Member states must do more to implement European Commission's recommendation on journalists' safety

Countries that have done little to implement the European Commission's two-year-old recommendation on journalists' safety must now move quickly to protect media professionals and combat impunity for violent crimes against them, says Reporters Without Borders (RSF). When contacted by RSF, Bulgaria and Slovakia detailed measures that they plan to take, but Malta and Poland just offered vague promises.

The European Commission issued its recommendation on safety of journalists two years ago, on 16 September 2021, following the murders of four journalists in Europe during the previous four years – Daphne Caruana Galizia in Malta, Jan Kuciak in Slovakia, Giorgos Karaivaz in Greece and Peter R. de Vries in the Netherlands.

Two years later, it is clear that specific new measures to protect media personnel are still all too rare in the four priority areas analysed by RSF: progress in investigations into crimes of violence against journalists; cooperation between authorities and the media community; support services for journalists; and measures to ensure their safety while covering protests.

RSF analysed implementation of the recommendation in a sample of ten countries with varied rankings in RSF's 2023 World Press Freedom Index: Bulgaria (71st), France (24th), Germany (21st), Greece (107th), Italy (41st), Malta (84th), Poland (57th), Slovakia (17th), Spain (36th) and Sweden (4th). When contacted by RSF, the Bulgarian, Maltese, Polish and Slovak governments made new pledges.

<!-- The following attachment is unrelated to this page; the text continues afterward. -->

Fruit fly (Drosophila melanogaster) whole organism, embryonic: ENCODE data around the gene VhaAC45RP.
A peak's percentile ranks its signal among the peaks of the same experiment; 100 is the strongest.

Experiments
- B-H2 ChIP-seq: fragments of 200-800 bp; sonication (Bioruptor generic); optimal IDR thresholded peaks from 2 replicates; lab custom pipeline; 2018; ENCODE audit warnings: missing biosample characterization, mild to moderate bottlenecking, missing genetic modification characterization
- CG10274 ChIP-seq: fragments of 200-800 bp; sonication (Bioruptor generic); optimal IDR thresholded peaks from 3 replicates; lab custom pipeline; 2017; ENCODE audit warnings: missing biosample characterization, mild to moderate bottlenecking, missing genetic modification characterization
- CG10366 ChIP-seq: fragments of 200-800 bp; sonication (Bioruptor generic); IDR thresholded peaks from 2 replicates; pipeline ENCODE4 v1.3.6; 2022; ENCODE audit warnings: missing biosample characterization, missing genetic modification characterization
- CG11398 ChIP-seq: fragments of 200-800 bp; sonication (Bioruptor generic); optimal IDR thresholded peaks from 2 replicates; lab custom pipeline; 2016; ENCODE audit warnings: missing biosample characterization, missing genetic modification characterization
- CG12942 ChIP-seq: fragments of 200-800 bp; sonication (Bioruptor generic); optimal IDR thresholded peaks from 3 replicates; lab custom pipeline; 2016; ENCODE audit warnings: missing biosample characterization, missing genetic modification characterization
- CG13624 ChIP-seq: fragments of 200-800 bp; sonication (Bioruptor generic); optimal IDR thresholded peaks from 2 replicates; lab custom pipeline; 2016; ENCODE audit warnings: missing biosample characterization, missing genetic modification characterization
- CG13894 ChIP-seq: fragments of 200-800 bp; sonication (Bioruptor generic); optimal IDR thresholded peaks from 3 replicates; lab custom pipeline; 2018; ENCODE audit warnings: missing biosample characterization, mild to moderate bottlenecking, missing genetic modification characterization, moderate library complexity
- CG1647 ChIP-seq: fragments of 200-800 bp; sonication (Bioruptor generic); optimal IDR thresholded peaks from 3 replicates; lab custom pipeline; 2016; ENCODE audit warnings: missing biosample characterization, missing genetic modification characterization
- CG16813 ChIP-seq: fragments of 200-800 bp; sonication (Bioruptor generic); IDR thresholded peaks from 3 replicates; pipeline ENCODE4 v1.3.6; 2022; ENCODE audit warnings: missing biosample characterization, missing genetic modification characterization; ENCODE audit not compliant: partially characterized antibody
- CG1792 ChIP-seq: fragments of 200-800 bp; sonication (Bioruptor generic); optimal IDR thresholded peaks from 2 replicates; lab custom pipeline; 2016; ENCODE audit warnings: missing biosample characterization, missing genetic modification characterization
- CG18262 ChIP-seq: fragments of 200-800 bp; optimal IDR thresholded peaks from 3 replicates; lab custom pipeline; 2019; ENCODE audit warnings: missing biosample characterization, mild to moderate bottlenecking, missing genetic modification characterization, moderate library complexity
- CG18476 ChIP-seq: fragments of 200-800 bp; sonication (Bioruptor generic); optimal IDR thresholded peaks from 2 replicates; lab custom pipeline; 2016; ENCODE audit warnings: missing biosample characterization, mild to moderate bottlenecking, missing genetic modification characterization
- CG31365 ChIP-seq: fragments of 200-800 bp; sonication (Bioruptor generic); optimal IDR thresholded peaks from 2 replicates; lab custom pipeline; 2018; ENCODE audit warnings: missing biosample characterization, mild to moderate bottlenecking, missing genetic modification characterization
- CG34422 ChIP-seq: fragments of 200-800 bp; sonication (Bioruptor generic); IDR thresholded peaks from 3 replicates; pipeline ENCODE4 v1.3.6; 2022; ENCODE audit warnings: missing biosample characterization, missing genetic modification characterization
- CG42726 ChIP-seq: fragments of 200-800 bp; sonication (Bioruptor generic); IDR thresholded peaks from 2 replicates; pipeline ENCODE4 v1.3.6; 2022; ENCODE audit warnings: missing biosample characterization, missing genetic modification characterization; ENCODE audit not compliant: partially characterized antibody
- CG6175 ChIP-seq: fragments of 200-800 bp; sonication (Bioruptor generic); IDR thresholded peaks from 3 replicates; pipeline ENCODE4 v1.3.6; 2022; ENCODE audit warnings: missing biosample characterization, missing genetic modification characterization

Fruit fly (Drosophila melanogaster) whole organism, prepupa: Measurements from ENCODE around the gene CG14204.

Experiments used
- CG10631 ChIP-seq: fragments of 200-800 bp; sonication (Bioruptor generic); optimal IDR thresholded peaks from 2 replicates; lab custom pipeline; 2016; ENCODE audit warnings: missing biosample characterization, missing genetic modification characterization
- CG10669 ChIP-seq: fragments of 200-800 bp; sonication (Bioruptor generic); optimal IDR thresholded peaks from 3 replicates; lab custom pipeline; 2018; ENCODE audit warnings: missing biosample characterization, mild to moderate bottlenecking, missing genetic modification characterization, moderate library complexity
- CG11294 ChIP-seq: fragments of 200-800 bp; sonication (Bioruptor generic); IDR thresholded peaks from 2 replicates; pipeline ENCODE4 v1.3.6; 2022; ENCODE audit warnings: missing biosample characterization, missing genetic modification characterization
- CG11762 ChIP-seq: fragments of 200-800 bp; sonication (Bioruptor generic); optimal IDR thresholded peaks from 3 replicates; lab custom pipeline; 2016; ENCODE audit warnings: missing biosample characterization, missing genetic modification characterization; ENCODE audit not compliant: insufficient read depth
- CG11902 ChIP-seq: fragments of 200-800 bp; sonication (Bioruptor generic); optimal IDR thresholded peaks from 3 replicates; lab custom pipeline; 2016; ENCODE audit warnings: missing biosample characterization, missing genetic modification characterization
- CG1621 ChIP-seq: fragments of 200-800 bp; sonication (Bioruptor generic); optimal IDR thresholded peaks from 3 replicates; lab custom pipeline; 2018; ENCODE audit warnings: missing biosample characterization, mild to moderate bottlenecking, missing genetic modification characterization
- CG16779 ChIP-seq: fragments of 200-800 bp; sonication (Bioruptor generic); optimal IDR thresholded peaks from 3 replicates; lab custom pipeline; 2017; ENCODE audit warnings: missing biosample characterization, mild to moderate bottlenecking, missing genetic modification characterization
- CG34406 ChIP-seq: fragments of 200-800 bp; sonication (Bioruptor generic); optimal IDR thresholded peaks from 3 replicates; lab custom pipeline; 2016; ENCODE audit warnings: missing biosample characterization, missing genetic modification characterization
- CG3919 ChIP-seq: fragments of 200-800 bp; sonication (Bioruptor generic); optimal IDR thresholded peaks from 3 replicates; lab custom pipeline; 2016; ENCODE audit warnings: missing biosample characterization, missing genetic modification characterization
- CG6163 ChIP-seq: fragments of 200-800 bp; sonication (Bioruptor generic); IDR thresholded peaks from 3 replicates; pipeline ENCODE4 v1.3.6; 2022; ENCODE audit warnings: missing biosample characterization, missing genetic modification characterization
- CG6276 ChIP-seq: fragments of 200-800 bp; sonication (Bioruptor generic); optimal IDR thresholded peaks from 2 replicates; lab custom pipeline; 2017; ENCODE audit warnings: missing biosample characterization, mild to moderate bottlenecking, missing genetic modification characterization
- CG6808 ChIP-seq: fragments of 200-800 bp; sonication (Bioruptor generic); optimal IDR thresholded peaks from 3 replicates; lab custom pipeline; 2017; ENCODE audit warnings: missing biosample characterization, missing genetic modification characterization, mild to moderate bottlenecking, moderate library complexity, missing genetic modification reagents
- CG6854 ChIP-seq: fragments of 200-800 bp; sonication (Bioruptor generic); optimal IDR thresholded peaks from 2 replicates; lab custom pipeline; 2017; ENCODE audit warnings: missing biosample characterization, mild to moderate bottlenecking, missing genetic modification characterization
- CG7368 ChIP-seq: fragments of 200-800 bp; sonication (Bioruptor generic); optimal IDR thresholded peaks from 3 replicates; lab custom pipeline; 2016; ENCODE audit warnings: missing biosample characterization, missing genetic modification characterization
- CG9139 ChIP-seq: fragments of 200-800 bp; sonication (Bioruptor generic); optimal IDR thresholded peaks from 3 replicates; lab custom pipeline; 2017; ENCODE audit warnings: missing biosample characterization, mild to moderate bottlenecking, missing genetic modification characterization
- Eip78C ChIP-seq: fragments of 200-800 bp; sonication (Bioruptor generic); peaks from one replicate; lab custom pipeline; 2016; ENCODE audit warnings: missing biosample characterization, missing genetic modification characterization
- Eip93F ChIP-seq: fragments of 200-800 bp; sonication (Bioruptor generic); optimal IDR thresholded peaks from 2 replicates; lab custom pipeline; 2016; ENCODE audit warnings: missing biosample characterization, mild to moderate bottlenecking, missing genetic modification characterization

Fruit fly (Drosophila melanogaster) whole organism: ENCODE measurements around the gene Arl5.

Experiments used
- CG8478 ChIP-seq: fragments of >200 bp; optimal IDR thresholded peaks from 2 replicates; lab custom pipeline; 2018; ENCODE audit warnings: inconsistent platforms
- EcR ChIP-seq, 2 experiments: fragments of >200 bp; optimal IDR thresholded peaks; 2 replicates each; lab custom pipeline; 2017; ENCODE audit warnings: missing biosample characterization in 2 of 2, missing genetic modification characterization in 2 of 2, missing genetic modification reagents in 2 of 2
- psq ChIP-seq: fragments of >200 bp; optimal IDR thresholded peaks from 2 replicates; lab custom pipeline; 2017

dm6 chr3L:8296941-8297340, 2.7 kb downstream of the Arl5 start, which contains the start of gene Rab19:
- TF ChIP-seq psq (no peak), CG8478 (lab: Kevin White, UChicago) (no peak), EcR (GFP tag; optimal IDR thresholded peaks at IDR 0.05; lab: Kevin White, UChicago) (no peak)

"While we welcome the new commitments of some governments, there is nothing to celebrate on the second anniversary of the EU recommendation on the safety of journalists. We regret that the national authorities have learned few lessons from the murders of four European journalists and the multiple threats weighing on media professionals. We call on governments to speed up implementation of the 2021 recommendation.

Pavol Szalai
Head of the EU-Balkans Desk at RSF

As regards action, four of the governments questioned by RSF said they would do more for the safety of journalists. The Bulgarian cabinet's spokesperson, Konstantina Markova, said an inter-ministerial working group on the protection of journalists was launched this summer and that it will "continue working on key recommendations." This initiative is in line with the wave of positive signals already sent by the Bulgarian government in July and August.

Her Maltese counterpart, Edward Montebello, told RSF that Malta has “applied and is applying the measures enlisted by the European Commission" and that it is “determined to adopt legal changes.” But the Maltese government refuses to publish the report on press freedom reforms drafted by an advisory body on the adoption of the recommendations resulting from the public inquiry following Caruana Galizia's murder in 2017.